Spanish Broom – Spartium junceum

Spanish Broom is the only variety in the genus Spartium. It originates in the Mediterranean region and also grows naturally in the Canary Islands.

The plant produces a profusion of bright yellow pea-like flowers from June until August. They resemble the flowers of Genista, Cytisus canariensis, and other brooms.

Each flower is borne on a short stalk along the tall flower clusters. Like the flowers, the green branching stems are characteristic of brooms.

The small leaves that appear on each shoot fall soon after they become fully developed, leaving only the green stems to take over the process of photosynthesis.

When planted out in a garden, Spanish Broom can reach a height of 2.4— 3m (8-10ft), with a spread of 1.8-2.4m (6-8ft). However, when grown in a container it is likely to be around 90-140cm (3-4ft).

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Spanish Broom looks particularly attractive when grown in a wooden tub or large clay pot. As well as being suitable for patios and balconies, it will also thrive in a conservatory or greenhouse. It can be used as a specimen plant, although it also likes the company of others.

Mature plants often become rather bare and woody at the base, but you can compensate for this by growing smaller foliage or flowering plants around them.

Through The Year


This is the time to repot your plant if you have not done so the previous year, potting on into an alkaline compost (a soil-based compost with added chalk). Plants grown indoors can be moved outside into a sunny position in May.


Feed the plant once a month with a standard liquid fertilizer. Water moderately but allow the compost to dry out before you water again. From June until August your plant should produce a profusion of flowers.


Stop feeding and cut down on water. Trim and prune the plant before the winter.


You can move your plant indoors for the winter although it is hardy and should survive severe frosts. Water sparingly.


Growing from seed

1 Sow seeds in March or April in a propagating tray, using a sandy-based compost.

2 When the seedlings are large enough to handle, prick them out and pot up singly in 10cm (4in) pots.

Taking cuttings

Take cuttings in spring. Dip in hormone rooting powder and insert in rooting compost.

Pests And Diseases

Spanish Broom is generally a healthy plant, and is seldom attacked by pests or diseases.

Poor growth is usually a sign of aphids, which may attack the young shoots of the plant.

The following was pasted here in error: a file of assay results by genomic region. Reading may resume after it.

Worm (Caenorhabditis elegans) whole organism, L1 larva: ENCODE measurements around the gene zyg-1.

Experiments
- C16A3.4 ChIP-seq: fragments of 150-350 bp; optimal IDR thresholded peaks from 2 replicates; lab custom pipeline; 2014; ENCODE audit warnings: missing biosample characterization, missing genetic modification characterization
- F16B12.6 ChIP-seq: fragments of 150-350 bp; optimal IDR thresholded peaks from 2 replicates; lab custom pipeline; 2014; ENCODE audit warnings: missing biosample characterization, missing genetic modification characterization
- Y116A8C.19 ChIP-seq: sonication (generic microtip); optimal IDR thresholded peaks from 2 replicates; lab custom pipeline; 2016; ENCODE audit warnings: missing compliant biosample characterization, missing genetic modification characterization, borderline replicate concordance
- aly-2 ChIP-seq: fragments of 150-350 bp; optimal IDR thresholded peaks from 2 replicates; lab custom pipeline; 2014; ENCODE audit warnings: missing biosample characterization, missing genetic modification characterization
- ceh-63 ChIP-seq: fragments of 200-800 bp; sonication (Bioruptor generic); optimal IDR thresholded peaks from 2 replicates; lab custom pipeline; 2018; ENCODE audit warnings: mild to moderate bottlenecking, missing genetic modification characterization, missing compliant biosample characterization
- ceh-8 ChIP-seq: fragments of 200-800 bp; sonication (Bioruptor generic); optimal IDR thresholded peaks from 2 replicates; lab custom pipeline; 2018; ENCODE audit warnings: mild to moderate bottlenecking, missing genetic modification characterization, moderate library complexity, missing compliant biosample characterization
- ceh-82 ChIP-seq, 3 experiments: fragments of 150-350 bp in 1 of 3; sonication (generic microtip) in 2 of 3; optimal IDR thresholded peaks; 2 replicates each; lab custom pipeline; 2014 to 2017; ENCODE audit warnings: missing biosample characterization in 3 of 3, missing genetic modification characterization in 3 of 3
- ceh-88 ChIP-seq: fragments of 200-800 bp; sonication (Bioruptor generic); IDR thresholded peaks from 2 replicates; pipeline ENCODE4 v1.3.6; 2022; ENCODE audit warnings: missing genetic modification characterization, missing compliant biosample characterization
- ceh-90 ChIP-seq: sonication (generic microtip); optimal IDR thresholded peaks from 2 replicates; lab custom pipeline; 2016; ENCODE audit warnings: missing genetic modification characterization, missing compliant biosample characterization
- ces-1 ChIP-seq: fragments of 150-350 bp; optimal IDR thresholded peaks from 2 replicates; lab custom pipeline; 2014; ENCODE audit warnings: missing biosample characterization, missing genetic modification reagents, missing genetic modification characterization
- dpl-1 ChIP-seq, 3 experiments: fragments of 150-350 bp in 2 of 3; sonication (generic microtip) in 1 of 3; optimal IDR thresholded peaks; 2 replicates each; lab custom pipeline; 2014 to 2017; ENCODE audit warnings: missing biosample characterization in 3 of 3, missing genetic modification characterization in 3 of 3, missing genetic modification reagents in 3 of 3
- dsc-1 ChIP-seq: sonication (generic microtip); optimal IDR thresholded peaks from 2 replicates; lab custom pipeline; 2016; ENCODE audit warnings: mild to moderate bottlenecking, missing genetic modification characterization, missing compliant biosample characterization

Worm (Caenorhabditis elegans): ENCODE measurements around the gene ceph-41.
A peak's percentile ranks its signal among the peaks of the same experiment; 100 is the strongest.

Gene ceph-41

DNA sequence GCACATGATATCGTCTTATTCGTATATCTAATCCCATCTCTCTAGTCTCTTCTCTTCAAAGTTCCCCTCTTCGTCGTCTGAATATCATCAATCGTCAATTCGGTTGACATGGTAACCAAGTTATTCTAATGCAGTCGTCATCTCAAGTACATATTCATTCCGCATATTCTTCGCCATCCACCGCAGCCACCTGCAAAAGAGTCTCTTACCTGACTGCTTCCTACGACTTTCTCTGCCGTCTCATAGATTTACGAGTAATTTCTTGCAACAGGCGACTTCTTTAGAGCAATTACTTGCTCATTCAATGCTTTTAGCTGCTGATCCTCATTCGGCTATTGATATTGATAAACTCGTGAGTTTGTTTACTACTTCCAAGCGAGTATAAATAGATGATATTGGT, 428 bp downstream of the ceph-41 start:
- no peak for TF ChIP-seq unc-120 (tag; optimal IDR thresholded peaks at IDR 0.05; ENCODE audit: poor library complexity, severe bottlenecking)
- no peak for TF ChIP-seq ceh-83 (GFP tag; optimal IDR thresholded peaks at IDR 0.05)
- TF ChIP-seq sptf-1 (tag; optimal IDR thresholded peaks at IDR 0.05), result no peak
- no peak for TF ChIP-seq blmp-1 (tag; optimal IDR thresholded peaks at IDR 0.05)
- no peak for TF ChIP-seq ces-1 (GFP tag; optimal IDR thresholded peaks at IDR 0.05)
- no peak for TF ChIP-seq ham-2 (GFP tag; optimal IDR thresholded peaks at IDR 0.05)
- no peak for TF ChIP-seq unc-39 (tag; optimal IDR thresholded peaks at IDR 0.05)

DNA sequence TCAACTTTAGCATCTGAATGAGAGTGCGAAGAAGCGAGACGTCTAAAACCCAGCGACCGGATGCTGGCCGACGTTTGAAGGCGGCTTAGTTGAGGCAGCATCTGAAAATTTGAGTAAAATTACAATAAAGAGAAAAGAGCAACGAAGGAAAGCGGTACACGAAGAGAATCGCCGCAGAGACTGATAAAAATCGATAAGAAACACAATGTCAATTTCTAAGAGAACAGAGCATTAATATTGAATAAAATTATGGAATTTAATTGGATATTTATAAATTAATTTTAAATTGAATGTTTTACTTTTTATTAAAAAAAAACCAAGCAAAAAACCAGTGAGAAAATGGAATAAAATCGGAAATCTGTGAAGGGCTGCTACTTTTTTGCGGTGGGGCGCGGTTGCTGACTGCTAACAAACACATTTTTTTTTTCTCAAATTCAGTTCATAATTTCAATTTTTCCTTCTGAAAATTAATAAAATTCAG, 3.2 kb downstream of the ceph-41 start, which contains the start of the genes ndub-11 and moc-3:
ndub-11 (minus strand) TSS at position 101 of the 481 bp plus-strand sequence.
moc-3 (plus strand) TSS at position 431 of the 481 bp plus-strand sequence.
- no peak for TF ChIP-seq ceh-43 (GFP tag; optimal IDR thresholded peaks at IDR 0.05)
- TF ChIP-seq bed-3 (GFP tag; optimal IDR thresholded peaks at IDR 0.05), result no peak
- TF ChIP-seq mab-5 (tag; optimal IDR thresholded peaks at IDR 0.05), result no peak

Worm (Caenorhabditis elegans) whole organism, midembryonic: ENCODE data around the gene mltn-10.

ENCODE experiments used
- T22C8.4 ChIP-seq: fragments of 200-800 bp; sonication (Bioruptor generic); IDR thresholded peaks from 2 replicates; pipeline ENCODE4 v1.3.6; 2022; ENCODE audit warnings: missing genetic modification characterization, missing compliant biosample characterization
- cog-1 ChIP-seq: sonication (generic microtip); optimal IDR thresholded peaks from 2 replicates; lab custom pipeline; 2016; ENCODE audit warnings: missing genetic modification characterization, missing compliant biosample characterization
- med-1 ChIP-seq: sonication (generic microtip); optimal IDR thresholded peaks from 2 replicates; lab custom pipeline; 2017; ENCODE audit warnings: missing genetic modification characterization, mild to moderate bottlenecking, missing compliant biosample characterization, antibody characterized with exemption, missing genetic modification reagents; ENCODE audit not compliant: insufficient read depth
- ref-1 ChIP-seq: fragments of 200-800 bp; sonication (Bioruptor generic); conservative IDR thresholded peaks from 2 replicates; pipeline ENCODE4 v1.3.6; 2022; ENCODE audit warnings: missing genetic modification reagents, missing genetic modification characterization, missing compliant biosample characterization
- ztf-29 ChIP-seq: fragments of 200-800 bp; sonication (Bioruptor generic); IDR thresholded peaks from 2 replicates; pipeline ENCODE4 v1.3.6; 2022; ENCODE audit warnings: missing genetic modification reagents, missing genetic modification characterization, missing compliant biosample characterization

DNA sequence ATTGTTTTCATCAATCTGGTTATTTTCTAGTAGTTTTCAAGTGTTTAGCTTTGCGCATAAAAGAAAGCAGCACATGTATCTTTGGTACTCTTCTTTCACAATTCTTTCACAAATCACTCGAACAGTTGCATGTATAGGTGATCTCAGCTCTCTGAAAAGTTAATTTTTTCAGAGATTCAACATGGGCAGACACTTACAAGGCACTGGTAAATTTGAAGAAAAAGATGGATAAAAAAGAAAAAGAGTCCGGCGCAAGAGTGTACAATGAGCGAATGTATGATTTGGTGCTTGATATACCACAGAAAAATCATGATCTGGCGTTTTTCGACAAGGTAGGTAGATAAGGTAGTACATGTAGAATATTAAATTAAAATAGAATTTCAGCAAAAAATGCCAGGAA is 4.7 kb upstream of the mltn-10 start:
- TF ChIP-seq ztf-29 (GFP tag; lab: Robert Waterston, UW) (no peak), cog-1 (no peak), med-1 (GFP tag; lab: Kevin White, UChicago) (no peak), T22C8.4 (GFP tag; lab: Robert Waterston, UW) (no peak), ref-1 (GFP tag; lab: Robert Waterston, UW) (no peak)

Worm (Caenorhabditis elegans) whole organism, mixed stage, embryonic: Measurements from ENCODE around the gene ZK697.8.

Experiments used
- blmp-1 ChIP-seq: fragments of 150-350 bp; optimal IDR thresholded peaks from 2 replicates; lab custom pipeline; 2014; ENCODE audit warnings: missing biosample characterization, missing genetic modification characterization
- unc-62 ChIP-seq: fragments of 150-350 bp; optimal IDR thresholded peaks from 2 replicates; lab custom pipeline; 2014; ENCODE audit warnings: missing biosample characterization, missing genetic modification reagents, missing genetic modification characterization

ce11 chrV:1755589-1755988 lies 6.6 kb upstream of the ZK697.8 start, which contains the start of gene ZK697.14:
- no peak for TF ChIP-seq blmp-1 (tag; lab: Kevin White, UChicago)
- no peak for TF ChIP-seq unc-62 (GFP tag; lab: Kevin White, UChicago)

Treatment: Spray the plant with soapy water. In severe attacks, use a mild insecticide.

The plant will shed its flowers if it is kept too dry or if the air is not sufficiently moist.

Prevention: Water moderately and mist spray indoor plants regularly in warm weather.


Spanish Broom is easy enough to care for if you follow the instructions carefully. Prune back leggy growth in the autumn to encourage early flowering but do not cut into the old wood, from which new growth will appear in the spring.

  • Potting: Use an alkaline compost. Repot every second year.
  • Water moderately in the summer and sparingly in the winter, allowing the compost to dry out a little between applications.
  • Feeding: Feed once a month during the growing season with a standard liquid fertilizer.


  • Light: Spanish Broom thrives in a bright position in full sun.
  • Temperature: It will tolerate quite a wide range of temperatures in summer, from 15°-24°C (60°-75°F). In winter, keep indoor plants at about 4°C (40°F). Outdoor plants are frost-tolerant.

Buying Tips

  • Spanish Broom is generally available in the spring or autumn from garden centres and nurseries. If you are growing it outside in a tub, these are also the best seasons to plant it.
  • Choose a well-shaped plant with healthy growth. Avoid any with damaged stems.
  • Properly cared for, Spanish Broom will live for many years.

Spanish Broom bears a mass of fragrant bright yellow flowers in summer. In winter, when the leaves have dropped, its slender green stems remain attractive.

The Spanish broom, Spartium junceum, is invaluable in the garden because it continues to produce its bright yellow, sweetly scented flowers throughout the latter half of summer and even into the autumn when they are a splendid foil for purple buddleia and blue or red hydrangeas. Though deciduous, spartium has an evergreen look because of its light green, rush-like stems and though in good soil and sheltered places it may grow too tall for convenience it can be kept to 5 or 6 ft. by shortening each spring all or most of the previous year’s growth. In rather poor sandy soils or in windswept places near the sea, conditions for which it is well suited, it remains naturally compact. Unlike most brooms its flowers last well in water.

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